Higher Power: An Evening with Casey Bukro
The Book Stall welcomes journalist Casey Bukro to the store on Wednesday, February 7 at 6:30 pm to discuss his new book, Higher Power: An American Town’s Story of Faith, Hope, and Nuclear Energy, an in-depth examination of a town’s nuclear power plant by the one reporter who was allowed inside. Casey Bukro, the Chicago Tribune‘s first environment reporter, became “the nuclear reporter” while covering the Zion Nuclear Power Station from the inside, including within hazardous radioactive zones. Mr. Bukro will be in conversation with store historian Jon Grand.
This event is free with registration. To register, please visit our website or CLICK HERE.
More About the Book: Nuclear power once promised to be the solution to the world’s energy crisis, but that all changed in the late twentieth century after multiple high-profile accidents and meltdowns. Power plant workers, finding themselves the subject of public opposition, became leery of reporters. But the plant in Zion, Illinois allowed unrestricted access to the Chicago Tribune’s Casey Bukro, one of the first environment reporters in the country. Bukro spent two years inside the Zion nuclear plant, interviewing employees, witnessing high-risk maintenance procedures, and watching the radiation exposure counter on his own dosimeter tick up and up.
In Higher Power, Bukro’s reporting from the plant is prefaced by a compelling history of the city of Zion, including a tell-all of John Alexander Dowie, a nineteenth-century “faith healer” who founded Zion. His evangelism left a mark on the city well into the modern era, even as a new “higher” power, nuclear energy, moved into town. With the acceleration of climate change, the questions and challenges surrounding nuclear power have never been more relevant. How did the promise of nuclear energy stumble? Should we try to address the mistakes made in the past? What part could nuclear power play in our energy future? Higher Power explores these questions and examines one American town’s attempts to build a better society as a bellwether for national policy and decision making.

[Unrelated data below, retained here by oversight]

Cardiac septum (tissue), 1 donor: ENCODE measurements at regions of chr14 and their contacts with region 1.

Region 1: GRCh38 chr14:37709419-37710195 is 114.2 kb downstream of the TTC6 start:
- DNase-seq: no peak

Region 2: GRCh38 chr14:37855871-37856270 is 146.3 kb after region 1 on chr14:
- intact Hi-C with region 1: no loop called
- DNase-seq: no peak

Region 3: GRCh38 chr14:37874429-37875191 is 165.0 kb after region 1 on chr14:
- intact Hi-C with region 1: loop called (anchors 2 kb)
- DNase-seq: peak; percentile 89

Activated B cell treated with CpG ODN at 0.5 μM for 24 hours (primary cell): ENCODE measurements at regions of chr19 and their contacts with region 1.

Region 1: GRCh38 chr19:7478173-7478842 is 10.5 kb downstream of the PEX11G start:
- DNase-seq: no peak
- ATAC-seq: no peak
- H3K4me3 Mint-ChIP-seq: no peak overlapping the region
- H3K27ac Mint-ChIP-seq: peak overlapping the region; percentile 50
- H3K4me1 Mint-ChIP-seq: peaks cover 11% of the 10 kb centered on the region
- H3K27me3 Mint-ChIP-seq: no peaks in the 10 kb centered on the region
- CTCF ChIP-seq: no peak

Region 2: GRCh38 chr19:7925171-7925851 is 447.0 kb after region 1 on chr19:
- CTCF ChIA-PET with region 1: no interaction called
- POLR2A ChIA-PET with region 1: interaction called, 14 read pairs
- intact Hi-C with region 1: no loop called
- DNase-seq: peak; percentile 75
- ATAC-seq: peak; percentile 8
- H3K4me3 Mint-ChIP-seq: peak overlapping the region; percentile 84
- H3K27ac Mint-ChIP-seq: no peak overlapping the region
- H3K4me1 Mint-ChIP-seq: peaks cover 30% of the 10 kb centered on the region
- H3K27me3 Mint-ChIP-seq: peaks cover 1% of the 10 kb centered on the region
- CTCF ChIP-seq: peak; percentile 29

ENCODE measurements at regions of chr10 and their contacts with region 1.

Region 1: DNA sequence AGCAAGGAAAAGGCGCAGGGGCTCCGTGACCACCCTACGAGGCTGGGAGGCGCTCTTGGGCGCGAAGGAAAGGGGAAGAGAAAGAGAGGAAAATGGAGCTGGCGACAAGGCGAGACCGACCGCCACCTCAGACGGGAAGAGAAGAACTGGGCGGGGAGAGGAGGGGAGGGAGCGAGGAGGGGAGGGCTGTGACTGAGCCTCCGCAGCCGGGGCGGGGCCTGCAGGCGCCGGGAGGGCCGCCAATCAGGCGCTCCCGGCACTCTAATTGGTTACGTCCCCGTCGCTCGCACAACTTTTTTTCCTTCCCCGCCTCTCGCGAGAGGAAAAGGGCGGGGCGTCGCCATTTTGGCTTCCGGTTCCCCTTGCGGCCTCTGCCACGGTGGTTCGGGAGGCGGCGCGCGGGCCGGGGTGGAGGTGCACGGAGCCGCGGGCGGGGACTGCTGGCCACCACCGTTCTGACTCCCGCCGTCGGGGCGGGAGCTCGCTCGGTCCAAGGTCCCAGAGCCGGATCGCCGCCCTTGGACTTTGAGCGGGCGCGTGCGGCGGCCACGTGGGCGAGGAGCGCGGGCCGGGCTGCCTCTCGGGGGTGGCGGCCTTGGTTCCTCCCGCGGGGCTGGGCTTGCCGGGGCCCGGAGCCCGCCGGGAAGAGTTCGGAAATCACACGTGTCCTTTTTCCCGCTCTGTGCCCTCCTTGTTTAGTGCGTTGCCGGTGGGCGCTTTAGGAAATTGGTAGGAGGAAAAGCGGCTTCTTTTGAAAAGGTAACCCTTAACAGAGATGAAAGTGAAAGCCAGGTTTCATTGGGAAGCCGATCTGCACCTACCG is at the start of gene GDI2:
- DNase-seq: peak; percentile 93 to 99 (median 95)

Charles F. Whitaker, dean of the Medill School of Journalism at Northwestern University, says, “Few reporters have chronicled the development of nuclear power in the latter half of the twentieth century with as much depth and precision as Casey Bukro. In Higher Power, Bukro provides a fascinating look at the idiosyncratic history of the Illinois town that gave birth to the modern nuclear power plant. . . It is an illuminating and engaging read.”
More About the Author: Casey Bukro, Chicago Tribune environmental reporter and leader in journalism ethics, wrote the Code of Ethics adopted in 1973 by the Society of Professional Journalists and was awarded the Wells Memorial Key in 1983. He served as the society’s national ethics chairman and was the former president of the Chicago Headline Club, a professional chapter of SPJ. He lives in Evanston, Illinois.